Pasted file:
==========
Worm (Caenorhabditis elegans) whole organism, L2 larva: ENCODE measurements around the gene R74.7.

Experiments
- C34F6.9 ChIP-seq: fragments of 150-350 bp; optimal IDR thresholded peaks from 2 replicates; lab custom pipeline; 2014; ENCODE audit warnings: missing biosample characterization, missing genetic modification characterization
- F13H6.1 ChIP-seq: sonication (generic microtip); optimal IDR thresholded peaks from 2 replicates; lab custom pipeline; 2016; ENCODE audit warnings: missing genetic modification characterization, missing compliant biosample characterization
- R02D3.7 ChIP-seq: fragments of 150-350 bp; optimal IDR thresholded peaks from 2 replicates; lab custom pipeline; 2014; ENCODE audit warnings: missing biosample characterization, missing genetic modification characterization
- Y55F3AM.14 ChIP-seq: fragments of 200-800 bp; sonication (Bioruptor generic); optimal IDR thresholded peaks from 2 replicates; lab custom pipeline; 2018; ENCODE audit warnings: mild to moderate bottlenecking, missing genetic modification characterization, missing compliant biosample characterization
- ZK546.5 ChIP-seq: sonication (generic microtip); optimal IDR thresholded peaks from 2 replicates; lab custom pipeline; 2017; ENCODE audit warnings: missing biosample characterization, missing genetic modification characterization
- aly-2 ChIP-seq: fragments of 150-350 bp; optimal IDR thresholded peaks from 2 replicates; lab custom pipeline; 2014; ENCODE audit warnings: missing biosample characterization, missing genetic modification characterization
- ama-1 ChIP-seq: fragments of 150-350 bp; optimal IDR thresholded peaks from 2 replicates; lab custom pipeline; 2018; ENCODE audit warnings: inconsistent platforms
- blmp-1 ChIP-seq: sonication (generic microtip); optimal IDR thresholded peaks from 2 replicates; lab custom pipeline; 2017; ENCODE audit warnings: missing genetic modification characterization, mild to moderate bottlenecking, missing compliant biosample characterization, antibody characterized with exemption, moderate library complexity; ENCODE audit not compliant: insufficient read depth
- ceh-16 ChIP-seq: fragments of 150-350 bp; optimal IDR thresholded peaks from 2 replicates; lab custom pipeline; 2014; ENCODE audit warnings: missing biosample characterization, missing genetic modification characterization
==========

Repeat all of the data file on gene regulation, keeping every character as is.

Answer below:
Worm (Caenorhabditis elegans) whole organism, L2 larva: ENCODE measurements around the gene R74.7.

Experiments
- C34F6.9 ChIP-seq: fragments of 150-350 bp; optimal IDR thresholded peaks from 2 replicates; lab custom pipeline; 2014; ENCODE audit warnings: missing biosample characterization, missing genetic modification characterization
- F13H6.1 ChIP-seq: sonication (generic microtip); optimal IDR thresholded peaks from 2 replicates; lab custom pipeline; 2016; ENCODE audit warnings: missing genetic modification characterization, missing compliant biosample characterization
- R02D3.7 ChIP-seq: fragments of 150-350 bp; optimal IDR thresholded peaks from 2 replicates; lab custom pipeline; 2014; ENCODE audit warnings: missing biosample characterization, missing genetic modification characterization
- Y55F3AM.14 ChIP-seq: fragments of 200-800 bp; sonication (Bioruptor generic); optimal IDR thresholded peaks from 2 replicates; lab custom pipeline; 2018; ENCODE audit warnings: mild to moderate bottlenecking, missing genetic modification characterization, missing compliant biosample characterization
- ZK546.5 ChIP-seq: sonication (generic microtip); optimal IDR thresholded peaks from 2 replicates; lab custom pipeline; 2017; ENCODE audit warnings: missing biosample characterization, missing genetic modification characterization
- aly-2 ChIP-seq: fragments of 150-350 bp; optimal IDR thresholded peaks from 2 replicates; lab custom pipeline; 2014; ENCODE audit warnings: missing biosample characterization, missing genetic modification characterization
- ama-1 ChIP-seq: fragments of 150-350 bp; optimal IDR thresholded peaks from 2 replicates; lab custom pipeline; 2018; ENCODE audit warnings: inconsistent platforms
- blmp-1 ChIP-seq: sonication (generic microtip); optimal IDR thresholded peaks from 2 replicates; lab custom pipeline; 2017; ENCODE audit warnings: missing genetic modification characterization, mild to moderate bottlenecking, missing compliant biosample characterization, antibody characterized with exemption, moderate library complexity; ENCODE audit not compliant: insufficient read depth
- ceh-16 ChIP-seq: fragments of 150-350 bp; optimal IDR thresholded peaks from 2 replicates; lab custom pipeline; 2014; ENCODE audit warnings: missing biosample characterization, missing genetic modification characterization